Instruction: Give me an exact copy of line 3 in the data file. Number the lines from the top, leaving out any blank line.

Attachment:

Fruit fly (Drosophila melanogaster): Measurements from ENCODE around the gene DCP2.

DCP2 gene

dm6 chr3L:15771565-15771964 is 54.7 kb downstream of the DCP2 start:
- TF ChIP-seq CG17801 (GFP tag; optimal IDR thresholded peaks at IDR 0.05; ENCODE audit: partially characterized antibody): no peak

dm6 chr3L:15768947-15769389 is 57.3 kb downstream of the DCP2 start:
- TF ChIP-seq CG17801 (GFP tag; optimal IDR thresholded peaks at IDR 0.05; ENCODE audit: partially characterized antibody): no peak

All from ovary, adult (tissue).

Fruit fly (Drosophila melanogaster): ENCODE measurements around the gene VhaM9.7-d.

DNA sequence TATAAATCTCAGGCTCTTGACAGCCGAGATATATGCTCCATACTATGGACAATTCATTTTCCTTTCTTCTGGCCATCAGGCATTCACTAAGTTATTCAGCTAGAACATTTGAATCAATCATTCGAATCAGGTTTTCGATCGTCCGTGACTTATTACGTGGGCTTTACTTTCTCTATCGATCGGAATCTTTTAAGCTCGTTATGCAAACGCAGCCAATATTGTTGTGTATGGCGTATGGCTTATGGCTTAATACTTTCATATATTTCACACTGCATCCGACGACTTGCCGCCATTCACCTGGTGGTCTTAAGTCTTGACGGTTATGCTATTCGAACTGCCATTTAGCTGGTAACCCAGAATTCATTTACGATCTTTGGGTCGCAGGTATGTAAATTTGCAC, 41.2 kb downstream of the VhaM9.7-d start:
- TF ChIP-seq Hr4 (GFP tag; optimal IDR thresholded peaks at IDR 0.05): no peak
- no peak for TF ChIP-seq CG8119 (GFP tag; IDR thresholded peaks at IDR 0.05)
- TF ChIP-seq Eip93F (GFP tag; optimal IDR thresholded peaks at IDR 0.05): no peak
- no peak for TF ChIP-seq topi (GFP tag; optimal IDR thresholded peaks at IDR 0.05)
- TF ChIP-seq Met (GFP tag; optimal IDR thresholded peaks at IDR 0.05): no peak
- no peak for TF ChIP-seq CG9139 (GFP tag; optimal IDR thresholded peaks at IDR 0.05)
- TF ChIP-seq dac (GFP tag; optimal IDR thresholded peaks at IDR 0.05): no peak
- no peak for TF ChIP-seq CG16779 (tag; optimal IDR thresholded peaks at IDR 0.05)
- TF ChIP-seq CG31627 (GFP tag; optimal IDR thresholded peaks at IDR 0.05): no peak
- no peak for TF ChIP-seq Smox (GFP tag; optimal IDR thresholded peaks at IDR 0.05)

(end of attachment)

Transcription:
dm6 chr3L:15771565-15771964 is 54.7 kb downstream of the DCP2 start: